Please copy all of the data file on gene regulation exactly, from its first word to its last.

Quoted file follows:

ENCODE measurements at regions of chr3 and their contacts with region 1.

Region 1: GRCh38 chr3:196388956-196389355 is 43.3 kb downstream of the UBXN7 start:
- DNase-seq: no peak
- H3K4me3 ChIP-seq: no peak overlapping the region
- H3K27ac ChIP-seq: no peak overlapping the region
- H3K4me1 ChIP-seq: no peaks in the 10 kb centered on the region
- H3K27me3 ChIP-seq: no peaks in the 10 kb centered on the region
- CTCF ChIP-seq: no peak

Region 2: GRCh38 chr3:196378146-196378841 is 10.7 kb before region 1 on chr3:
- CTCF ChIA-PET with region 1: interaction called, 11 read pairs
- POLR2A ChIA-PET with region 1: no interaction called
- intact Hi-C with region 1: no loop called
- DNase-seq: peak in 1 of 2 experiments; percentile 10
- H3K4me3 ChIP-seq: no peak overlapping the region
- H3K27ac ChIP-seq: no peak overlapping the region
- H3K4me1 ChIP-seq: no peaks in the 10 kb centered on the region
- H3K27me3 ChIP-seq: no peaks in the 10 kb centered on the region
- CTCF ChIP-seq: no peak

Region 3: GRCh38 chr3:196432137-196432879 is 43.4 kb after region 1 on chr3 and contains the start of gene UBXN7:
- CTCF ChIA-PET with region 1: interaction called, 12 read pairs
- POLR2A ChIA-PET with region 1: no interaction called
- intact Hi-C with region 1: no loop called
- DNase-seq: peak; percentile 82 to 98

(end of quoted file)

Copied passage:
ENCODE measurements at regions of chr3 and their contacts with region 1.

Region 1: GRCh38 chr3:196388956-196389355 is 43.3 kb downstream of the UBXN7 start:
- DNase-seq: no peak
- H3K4me3 ChIP-seq: no peak overlapping the region
- H3K27ac ChIP-seq: no peak overlapping the region
- H3K4me1 ChIP-seq: no peaks in the 10 kb centered on the region
- H3K27me3 ChIP-seq: no peaks in the 10 kb centered on the region
- CTCF ChIP-seq: no peak

Region 2: GRCh38 chr3:196378146-196378841 is 10.7 kb before region 1 on chr3:
- CTCF ChIA-PET with region 1: interaction called, 11 read pairs
- POLR2A ChIA-PET with region 1: no interaction called
- intact Hi-C with region 1: no loop called
- DNase-seq: peak in 1 of 2 experiments; percentile 10
- H3K4me3 ChIP-seq: no peak overlapping the region
- H3K27ac ChIP-seq: no peak overlapping the region
- H3K4me1 ChIP-seq: no peaks in the 10 kb centered on the region
- H3K27me3 ChIP-seq: no peaks in the 10 kb centered on the region
- CTCF ChIP-seq: no peak

Region 3: GRCh38 chr3:196432137-196432879 is 43.4 kb after region 1 on chr3 and contains the start of gene UBXN7:
- CTCF ChIA-PET with region 1: interaction called, 12 read pairs
- POLR2A ChIA-PET with region 1: no interaction called
- intact Hi-C with region 1: no loop called
- DNase-seq: peak; percentile 82 to 98